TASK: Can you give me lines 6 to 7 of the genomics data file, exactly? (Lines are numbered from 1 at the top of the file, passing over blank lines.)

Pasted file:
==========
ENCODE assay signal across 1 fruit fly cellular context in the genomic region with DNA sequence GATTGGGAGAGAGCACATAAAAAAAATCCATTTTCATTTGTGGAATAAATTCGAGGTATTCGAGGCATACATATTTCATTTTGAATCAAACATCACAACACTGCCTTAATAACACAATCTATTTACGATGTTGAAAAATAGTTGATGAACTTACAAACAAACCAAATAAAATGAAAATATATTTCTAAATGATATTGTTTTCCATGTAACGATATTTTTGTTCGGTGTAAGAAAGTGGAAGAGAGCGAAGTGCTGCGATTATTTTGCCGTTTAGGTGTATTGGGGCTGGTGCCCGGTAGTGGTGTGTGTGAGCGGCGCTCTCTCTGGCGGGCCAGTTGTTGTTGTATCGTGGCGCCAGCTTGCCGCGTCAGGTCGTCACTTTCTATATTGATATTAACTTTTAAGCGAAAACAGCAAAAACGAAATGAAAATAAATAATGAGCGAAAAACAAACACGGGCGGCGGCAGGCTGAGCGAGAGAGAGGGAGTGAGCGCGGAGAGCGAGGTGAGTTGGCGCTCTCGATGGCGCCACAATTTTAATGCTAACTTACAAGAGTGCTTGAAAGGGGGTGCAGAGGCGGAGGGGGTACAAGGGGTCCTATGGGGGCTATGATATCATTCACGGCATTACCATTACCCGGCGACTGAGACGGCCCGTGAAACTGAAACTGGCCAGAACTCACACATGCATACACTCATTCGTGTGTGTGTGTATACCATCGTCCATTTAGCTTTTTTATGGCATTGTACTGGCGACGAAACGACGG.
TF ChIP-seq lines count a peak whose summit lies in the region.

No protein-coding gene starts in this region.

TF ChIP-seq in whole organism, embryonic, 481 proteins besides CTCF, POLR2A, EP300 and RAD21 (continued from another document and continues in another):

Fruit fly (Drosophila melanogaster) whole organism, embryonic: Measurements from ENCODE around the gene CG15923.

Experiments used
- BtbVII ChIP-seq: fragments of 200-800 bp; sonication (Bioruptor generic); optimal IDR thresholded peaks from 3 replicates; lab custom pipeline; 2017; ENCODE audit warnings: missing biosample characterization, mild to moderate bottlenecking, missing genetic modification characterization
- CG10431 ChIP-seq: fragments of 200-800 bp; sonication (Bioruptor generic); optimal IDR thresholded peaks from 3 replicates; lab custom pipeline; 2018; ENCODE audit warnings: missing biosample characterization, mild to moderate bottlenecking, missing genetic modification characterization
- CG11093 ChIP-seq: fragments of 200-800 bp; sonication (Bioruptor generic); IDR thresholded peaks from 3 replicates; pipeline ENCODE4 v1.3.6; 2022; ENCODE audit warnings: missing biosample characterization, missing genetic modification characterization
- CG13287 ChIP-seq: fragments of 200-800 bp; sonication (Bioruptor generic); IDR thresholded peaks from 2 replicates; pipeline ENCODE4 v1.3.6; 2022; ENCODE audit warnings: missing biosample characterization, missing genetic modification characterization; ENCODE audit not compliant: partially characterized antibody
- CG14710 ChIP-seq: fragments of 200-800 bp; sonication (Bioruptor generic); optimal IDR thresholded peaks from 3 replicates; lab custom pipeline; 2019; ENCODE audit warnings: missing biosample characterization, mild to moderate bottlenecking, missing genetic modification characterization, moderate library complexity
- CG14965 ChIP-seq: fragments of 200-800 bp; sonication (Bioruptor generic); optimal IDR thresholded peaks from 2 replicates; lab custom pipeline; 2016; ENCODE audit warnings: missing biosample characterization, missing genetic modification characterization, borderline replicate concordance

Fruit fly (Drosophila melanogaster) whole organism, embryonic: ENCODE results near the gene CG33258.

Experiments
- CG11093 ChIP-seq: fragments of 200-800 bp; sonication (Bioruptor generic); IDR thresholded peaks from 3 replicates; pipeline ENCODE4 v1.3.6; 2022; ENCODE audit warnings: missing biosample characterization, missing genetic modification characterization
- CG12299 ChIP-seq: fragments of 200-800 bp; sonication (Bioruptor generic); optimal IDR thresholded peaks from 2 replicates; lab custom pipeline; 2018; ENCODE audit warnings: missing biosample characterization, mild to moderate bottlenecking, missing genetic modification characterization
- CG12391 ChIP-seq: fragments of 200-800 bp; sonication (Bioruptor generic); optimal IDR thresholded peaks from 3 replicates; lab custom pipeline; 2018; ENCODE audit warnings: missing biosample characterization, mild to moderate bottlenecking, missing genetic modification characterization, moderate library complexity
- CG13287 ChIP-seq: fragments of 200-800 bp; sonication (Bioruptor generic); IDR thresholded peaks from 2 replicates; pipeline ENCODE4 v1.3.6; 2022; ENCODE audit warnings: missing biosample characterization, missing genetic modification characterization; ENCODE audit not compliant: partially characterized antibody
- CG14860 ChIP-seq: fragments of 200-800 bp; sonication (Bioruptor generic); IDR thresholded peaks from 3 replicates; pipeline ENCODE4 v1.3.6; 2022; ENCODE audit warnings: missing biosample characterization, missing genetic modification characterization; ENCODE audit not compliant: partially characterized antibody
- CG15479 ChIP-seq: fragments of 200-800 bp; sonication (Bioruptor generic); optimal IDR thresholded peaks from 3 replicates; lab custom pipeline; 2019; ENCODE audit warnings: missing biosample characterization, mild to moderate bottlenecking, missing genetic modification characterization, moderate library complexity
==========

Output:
Experiments used
- BtbVII ChIP-seq: fragments of 200-800 bp; sonication (Bioruptor generic); optimal IDR thresholded peaks from 3 replicates; lab custom pipeline; 2017; ENCODE audit warnings: missing biosample characterization, mild to moderate bottlenecking, missing genetic modification characterization